In the local Montagnais language, the root phrase for Naskapi was probably something like*unaska·hpi·w meaning ‘ones who live past the horizon,’ so named by the Montagnais because the Naskapi live farther north than the Montagnais. And let us add that their own tribal name for themselves was not given to them by early French explorers, as were Montagnais and Naskapi. They call themselves Nenenot, meaning in Innu ‘this land’s real people.’ One can see roots in that word Nenenot related to other northern words and names. Consider some of these Inuktitut terms such as Nunavut ‘our land’ and nunavun ‘homeland,’ both of which contain nuna ‘land, country, soil.’ Think of inuk ‘person, man, human’ (inu ‘people’ plus the noun suffix /k/ that makes it a singular noun, that is, ‘one person, one human, one man.’) In one northern language, Inuktitut, the plural of inuk is Inuit. The name of the language means ‘the way the people [talk].’
Snowshoe laces are made of a caribou-hide babiche. If caribou is scarce,sealskin, canvas or rope may be employed. Babiche is what French voyageurs heard when Mi’kmaq hunters showed them how to make snowshoe nets and laces in their early travels. The Mi’kmaq word was aapapiich, literally ‘net string’ but used to name: rawhide lacings, threads, cords and thongs made from untanned caribou or, further south, moose hide. The French heard the moderately plosive Mi’kmaq /p/ sounds as French /b/ sounds, hence babiche.
Snowshoe Vocabulary of Labrador Innu
The excellent material below (slightly edited by me) is the work of curators, researchers and Innu interviewees presented in more detail at ww.virtualmuseum.ca
If you are interested in Canadian history, do not miss a perusal of this excellent new resource site.
Eight types of snowshoes were made and used by Labrador Innu. Note that the second component of most of these compound words is asham Innu ‘snowshoes.’
ushetusham – swallow-tail snowshoe
kautapishusht - beaver-tail snowshoe
papatshitakusham - snowshoe made from wooden planks
mashkusham - single-bar, bearpaw snowshoe
uikuessiusham - two-bar, bearpaw snowshoe
mashkusham - bearpaw showshoe (top section not laced)
shakusham - (translation not available)
ushuiakusham - porcupine tail snowshoe
“In general, Labrador and Quebec Innu ‘preferred oval-shaped snowshoes with very short tails or no tail at all, styles that allowed them to manoeuvre in hilly, densely wooded and brush-filled terrain.’ However, even in the barren, tundra area of the George River and Labrador plateau, oval-shaped snowshoes were still the preferred type.”
So don those kamik, Canucks. In cold snow, tip-toe can lead to nip-toe and then to frosted-toe and soon to gangrene-toe and thence to surgical excision of said toe. Yikes! Bundle those footsies, gang.
© 2012 William Gordon Casselman
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Reviews of my Book
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Jenni French of San Fancisco, California writes on her blog "My Corner of the Universe" for March 19, 2011:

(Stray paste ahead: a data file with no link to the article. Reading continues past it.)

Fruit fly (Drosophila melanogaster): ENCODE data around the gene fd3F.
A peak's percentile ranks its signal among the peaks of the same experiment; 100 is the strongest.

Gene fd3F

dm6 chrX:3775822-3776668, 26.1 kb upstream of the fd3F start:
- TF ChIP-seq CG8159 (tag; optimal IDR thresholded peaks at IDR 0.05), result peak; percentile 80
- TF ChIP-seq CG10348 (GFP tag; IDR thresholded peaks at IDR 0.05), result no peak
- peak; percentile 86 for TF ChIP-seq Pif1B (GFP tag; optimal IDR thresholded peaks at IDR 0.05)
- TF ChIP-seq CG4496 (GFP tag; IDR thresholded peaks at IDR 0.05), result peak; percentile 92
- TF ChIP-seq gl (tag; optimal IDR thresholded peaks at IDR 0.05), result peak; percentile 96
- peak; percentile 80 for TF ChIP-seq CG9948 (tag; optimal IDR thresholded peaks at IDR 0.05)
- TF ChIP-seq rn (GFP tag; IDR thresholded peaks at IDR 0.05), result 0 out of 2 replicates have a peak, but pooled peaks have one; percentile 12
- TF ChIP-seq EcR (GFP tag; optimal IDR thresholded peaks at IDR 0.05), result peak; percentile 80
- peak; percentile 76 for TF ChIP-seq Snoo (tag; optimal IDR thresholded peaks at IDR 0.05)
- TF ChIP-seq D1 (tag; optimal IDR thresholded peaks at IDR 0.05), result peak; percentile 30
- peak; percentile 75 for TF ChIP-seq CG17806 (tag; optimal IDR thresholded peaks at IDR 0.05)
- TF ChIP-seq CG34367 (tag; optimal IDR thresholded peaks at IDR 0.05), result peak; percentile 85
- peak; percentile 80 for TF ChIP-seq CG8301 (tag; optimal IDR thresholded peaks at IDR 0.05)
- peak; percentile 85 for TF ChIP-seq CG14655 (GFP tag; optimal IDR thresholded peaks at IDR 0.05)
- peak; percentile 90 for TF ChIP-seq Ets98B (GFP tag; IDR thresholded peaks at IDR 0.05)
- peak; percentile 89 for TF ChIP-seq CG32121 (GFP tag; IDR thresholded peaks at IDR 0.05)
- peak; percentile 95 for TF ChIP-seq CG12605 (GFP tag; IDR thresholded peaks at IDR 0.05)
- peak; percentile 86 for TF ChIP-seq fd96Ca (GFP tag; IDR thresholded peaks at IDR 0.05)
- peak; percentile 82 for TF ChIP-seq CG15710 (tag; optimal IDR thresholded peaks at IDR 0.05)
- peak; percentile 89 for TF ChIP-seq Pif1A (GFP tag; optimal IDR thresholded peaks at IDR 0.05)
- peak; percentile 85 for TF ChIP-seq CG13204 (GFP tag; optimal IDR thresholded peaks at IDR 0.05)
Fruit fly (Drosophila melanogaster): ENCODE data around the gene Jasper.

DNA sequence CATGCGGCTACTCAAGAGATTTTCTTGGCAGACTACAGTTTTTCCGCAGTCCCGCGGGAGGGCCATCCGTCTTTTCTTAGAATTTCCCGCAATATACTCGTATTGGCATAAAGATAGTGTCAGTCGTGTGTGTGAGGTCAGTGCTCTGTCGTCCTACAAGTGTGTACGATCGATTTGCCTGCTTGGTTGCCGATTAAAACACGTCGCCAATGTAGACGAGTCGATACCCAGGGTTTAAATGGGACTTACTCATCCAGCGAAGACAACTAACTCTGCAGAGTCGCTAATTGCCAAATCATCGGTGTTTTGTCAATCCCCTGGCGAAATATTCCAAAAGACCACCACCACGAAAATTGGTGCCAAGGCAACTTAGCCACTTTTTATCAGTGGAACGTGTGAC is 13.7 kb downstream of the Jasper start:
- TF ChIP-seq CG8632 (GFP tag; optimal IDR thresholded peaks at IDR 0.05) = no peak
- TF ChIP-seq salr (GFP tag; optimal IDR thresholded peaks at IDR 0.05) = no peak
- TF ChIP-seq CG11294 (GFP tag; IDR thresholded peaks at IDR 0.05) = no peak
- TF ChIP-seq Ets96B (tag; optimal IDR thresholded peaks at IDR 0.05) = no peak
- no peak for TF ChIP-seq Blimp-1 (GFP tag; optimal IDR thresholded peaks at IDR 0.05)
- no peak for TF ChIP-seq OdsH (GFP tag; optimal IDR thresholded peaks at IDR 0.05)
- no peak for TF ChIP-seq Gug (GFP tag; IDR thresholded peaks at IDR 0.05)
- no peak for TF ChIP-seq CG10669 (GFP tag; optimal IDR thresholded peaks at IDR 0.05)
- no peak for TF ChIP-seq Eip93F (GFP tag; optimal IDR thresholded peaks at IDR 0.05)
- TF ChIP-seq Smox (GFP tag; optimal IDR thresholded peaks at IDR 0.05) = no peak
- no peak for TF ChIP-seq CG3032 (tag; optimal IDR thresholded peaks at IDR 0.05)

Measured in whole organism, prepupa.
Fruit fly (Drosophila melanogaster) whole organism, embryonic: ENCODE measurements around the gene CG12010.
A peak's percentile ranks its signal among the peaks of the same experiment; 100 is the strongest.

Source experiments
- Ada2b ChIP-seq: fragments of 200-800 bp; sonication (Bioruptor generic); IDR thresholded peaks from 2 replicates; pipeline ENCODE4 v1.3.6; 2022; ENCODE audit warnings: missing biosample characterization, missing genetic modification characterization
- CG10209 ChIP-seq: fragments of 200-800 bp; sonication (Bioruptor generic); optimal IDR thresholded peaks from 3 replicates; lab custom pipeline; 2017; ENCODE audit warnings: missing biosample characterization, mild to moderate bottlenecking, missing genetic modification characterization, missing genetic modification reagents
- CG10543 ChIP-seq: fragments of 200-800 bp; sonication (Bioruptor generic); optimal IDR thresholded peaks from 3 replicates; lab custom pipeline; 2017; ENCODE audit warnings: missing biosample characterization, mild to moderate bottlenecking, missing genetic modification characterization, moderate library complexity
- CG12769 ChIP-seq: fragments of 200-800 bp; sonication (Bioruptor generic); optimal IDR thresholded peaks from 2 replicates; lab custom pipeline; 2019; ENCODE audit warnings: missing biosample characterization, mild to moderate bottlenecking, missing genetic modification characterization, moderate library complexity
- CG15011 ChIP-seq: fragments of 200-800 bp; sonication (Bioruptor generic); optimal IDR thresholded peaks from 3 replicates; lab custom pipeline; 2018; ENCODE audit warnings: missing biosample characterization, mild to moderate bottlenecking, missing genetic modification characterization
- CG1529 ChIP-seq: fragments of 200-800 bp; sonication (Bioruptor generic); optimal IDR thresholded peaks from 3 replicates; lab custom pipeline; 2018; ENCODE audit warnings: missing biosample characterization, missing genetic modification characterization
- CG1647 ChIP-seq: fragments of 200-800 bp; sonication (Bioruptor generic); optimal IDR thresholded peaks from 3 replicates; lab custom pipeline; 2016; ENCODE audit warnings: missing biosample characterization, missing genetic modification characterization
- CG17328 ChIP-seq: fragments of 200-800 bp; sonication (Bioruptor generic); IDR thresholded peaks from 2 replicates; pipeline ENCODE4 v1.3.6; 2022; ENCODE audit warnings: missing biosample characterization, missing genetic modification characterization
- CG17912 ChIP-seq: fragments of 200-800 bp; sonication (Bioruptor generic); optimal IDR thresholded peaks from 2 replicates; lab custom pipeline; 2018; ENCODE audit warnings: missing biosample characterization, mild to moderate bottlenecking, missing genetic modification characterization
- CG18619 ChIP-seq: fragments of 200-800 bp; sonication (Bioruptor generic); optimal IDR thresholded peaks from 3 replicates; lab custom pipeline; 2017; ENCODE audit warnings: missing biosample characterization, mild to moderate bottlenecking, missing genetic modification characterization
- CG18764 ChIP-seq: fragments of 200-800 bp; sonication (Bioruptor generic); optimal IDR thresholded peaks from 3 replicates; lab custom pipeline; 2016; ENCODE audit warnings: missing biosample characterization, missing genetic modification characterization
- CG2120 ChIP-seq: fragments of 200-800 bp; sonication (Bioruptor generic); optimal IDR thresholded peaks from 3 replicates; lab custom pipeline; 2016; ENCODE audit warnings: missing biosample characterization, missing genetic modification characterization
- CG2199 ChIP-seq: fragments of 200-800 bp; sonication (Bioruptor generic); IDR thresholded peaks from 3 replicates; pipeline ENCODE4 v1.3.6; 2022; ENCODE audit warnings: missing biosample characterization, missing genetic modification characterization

Casselman, Bill. Where a Dobdob Meets a Dikdik: A World Lover's Guide to the Weirdest, Wackiest, and Wonkiest Lexical Gems. Avon, MA: Adams Media, 2010.
"I admit it: I'm a word nerd. I love words: weird words, long words, obscure words, funny words. This book is right up my alley. With chapters like "Nautical Words," "Creepy Words," and "Edible Words," I have enjoyed every page of this book.
And the author has quite a way with words, so I have found myself rereading many sentences in this book and slowing my progress through it.
My current favorite sentence is found in a discussion of dog hybrid breed names: "What a revolting concatenation of cutesiness and smarmy nomenclatorial treacle parading under the name of canine hybrid breed names" (19).
I'm sure I'll have another favorite sentence in a day or two.
This book is just that good and just that entertaining."
Author Bill Casselman replies: "Thanks, Jenni!"
Just a reminder that this book contains my ALL-NEW word esssays, none of which are available anywhere else in print or online.
A Great New Review of My Latest Book!
October 26, 2011
Welcome to the Enchanted Forest
By WB Johnston
This review is about Bill Casselman’s latest e-book about words: Where a Dobdob Meets a Dikdik: A Word Lover’s Guide to the Weirdest, Wackiest, and Wonkiest Lexical Gems (Kindle Edition)
“Wade Davis, lately of National Geographic, once described each living language as “an old-growth forest of the human spirit.” Once you decide to enter the kleptomaniacal woods of our mother tongue, what you need is more than a tour guide. This is no Disney-fied ‘keep-your-hands-inside-the-car-at all-times’, point A to point B, clear-cutting mining of language. You, here, are in the hands of Sir William of Cassel, a genuine shaman modestly posing as a simple lover of words.